The Categories

Part 5

Substance, in the truest and primary and most definite sense of the
word, is that which is neither predicable of a subject nor present in a
subject; for instance, the individual man or horse. But in a secondary
sense those things are called substances within which, as species, the
primary substances are included; also those which, as genera, include
the species. For instance, the individual man is included in the
species ‘man’, and the genus to which the species belongs is ‘animal’;
these, therefore–that is to say, the species ‘man’ and the genus
‘animal,-are termed secondary substances.

It is plain from what has been said that both the name and the
definition of the predicate must be predicable of the subject. For
instance, ‘man’ is predicated of the individual man. Now in this case
the name of the species ‘man’ is applied to the individual, for we use
the term ‘man’ in describing the individual; and the definition of
‘man’ will also be predicated of the individual man, for the individual
man is both man and animal. Thus, both the name and the definition of
the species are predicable of the individual.

With regard, on the other hand, to those things which are present in a
subject, it is generally the case that neither their name nor their
definition is predicable of that in which they are present. Though,
however, the definition is never predicable, there is nothing in
certain cases to prevent the name being used. For instance, ‘white’
being present in a body is predicated of that in which it is present,
for a body is called white: the definition, however, of the colour
‘white’ is never predicable of the body.

Everything except primary substances is either predicable of a primary
substance or present in a primary substance. This becomes evident by
reference to particular instances which occur. ‘Animal’ is predicated
of the species ‘man’, therefore of the individual man, for if there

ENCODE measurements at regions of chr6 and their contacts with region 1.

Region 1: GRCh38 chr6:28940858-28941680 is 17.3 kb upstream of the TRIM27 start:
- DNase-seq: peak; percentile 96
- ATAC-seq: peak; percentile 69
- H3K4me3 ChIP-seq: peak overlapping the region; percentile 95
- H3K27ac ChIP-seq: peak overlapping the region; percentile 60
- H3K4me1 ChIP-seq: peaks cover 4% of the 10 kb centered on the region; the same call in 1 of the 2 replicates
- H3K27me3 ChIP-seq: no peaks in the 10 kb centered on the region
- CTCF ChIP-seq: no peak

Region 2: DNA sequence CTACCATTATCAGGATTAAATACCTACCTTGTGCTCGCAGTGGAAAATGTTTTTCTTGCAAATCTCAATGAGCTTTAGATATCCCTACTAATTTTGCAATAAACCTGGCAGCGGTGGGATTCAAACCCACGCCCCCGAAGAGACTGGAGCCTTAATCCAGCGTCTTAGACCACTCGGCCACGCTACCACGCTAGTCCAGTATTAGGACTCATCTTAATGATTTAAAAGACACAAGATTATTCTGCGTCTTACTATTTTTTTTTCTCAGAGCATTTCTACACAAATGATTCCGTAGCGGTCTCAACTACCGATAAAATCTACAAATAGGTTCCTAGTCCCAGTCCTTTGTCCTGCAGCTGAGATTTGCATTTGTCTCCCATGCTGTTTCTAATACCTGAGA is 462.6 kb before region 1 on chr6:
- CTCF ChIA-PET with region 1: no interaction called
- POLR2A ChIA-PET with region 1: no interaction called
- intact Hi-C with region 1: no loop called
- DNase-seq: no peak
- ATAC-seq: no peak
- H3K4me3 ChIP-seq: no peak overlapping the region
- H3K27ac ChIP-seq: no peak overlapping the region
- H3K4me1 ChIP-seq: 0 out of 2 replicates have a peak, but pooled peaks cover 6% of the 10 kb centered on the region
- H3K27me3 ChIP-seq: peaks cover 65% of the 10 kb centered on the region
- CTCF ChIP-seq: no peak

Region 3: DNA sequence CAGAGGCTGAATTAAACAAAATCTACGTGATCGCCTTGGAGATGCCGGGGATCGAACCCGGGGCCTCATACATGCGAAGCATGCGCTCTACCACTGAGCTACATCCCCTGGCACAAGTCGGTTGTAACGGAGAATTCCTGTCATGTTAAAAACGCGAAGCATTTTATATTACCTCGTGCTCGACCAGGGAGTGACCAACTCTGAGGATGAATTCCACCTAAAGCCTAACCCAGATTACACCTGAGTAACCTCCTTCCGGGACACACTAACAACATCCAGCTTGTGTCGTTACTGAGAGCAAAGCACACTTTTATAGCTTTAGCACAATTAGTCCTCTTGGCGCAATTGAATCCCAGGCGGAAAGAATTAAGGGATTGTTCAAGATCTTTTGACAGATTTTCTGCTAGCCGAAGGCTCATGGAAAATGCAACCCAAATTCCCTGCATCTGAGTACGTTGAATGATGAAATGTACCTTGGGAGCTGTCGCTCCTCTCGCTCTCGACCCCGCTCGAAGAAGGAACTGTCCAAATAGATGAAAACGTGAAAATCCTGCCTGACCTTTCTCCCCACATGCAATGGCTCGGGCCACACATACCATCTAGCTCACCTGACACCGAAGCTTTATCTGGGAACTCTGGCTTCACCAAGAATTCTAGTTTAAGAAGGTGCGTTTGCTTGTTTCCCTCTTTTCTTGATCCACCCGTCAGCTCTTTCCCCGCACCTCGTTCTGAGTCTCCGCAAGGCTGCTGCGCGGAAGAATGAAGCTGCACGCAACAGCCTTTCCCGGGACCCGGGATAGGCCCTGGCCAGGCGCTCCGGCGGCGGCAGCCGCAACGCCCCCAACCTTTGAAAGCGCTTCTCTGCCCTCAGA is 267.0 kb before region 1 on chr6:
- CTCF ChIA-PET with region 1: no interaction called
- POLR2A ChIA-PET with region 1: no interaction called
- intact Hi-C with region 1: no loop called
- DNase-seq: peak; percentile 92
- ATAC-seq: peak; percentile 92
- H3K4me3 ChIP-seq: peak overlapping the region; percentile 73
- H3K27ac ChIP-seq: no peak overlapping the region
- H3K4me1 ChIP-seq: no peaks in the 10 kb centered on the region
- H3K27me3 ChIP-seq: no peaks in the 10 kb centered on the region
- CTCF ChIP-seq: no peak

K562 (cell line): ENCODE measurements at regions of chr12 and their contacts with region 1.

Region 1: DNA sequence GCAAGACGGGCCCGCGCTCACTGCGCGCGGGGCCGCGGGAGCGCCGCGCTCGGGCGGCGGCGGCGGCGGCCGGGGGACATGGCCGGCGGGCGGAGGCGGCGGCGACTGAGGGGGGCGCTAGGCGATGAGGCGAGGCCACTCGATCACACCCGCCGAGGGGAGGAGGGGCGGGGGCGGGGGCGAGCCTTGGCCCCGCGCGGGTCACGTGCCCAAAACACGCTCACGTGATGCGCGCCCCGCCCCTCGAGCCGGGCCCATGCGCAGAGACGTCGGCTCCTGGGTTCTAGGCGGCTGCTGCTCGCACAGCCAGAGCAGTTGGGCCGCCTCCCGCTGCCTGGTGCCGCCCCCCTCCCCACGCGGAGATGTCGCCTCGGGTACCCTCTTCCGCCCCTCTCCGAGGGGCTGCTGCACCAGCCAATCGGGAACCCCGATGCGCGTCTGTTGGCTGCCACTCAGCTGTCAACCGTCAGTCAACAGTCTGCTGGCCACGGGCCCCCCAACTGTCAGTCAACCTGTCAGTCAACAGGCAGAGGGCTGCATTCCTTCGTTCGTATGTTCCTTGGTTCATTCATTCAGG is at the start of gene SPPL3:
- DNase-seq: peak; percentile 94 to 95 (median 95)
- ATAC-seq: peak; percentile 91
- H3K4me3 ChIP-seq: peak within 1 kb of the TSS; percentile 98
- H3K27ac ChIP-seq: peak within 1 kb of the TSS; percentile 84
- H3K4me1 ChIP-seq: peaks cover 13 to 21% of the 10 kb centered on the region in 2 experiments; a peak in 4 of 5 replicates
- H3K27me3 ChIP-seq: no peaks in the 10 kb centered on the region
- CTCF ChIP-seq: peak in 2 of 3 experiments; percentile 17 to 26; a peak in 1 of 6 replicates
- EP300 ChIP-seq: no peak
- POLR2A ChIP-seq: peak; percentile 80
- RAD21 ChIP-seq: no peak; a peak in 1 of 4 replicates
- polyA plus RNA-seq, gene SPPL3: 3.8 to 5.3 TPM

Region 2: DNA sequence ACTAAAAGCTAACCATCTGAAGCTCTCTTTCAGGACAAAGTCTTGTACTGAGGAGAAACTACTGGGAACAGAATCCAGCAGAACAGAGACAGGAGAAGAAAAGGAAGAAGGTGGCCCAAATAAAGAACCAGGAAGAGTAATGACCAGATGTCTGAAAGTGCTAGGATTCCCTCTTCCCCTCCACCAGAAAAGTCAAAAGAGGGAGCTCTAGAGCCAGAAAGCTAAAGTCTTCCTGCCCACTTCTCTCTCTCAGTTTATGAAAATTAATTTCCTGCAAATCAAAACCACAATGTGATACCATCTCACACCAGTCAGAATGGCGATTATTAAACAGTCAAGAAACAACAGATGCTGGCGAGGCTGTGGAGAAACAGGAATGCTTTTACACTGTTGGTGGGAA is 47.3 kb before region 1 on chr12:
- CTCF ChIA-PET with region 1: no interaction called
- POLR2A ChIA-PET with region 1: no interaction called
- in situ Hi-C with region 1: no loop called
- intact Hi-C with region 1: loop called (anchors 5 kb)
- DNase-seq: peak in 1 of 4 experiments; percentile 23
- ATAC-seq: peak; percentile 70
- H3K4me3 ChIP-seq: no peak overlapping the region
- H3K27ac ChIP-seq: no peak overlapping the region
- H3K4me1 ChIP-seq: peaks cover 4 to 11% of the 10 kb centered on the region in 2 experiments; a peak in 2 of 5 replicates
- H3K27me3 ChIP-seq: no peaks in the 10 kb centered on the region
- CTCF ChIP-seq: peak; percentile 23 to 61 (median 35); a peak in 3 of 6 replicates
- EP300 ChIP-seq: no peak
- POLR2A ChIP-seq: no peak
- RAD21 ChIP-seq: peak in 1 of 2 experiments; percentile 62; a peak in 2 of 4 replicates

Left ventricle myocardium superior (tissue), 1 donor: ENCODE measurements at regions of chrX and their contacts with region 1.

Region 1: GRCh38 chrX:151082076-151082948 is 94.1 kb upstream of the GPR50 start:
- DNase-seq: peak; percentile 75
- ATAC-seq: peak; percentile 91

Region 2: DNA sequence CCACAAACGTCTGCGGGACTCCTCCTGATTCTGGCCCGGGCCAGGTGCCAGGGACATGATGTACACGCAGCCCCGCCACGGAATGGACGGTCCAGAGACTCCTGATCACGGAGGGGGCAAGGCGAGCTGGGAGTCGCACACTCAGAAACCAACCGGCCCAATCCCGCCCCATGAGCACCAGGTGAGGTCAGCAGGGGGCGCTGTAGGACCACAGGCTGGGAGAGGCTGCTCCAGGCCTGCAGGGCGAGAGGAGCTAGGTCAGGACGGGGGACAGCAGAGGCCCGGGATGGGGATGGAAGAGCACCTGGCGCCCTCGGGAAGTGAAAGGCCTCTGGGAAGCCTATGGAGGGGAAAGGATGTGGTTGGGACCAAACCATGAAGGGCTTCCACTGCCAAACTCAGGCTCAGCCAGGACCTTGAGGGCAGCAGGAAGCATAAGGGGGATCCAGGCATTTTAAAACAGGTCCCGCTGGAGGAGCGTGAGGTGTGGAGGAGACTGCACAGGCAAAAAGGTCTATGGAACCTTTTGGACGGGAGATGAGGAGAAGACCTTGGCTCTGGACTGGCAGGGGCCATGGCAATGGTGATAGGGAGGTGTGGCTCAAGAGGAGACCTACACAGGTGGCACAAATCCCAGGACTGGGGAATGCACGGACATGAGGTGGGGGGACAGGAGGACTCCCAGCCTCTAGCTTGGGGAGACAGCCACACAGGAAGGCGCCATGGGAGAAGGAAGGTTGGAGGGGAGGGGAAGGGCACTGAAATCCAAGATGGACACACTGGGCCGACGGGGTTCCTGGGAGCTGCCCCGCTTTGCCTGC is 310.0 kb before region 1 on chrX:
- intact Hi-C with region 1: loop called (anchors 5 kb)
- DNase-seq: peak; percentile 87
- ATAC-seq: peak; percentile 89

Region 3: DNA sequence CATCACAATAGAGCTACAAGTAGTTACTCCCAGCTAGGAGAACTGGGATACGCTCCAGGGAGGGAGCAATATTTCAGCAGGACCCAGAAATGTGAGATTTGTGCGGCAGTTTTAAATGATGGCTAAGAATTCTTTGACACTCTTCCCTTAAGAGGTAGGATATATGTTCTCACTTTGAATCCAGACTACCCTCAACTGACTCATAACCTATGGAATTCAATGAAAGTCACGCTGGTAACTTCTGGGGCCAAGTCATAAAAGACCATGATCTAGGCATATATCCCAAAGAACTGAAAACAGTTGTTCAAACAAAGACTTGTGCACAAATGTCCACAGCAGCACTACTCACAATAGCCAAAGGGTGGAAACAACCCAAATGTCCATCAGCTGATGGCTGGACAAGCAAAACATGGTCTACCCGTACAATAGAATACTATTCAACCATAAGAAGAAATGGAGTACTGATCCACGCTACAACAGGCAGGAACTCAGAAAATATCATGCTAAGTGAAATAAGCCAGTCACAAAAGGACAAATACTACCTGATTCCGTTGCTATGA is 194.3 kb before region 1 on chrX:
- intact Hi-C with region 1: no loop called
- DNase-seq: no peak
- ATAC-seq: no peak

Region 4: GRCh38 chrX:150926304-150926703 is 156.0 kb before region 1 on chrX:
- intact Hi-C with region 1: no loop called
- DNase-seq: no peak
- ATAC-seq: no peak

were no individual man of whom it could be predicated, it could not be
predicated of the species ‘man’ at all. Again, colour is present in
body, therefore in individual bodies, for if there were no individual
body in which it was present, it could not be present in body at all.
Thus everything except primary substances is either predicated of
primary substances, or is present in them, and if these last did not
exist, it would be impossible for anything else to exist.

Of secondary substances, the species is more truly substance than the
genus, being more nearly related to primary substance. For if any one
should render an account of what a primary substance is, he would
render a more instructive account, and one more proper to the subject,
by stating the species than by stating the genus. Thus, he would give a
more instructive account of an individual man by stating that he was
man than by stating that he was animal, for the former description is
peculiar to the individual in a greater degree, while the latter is too
general. Again, the man who gives an account of the nature of an
individual tree will give a more instructive account by mentioning the
species ‘tree’ than by mentioning the genus ‘plant’.

Moreover, primary substances are most properly called substances in
virtue of the fact that they are the entities which underlie everything
else, and that everything else is either predicated of them or present
in them. Now the same relation which subsists between primary substance
and everything else subsists also between the species and the genus:
for the species is to the genus as subject is to predicate, since the
genus is predicated of the species, whereas the species cannot be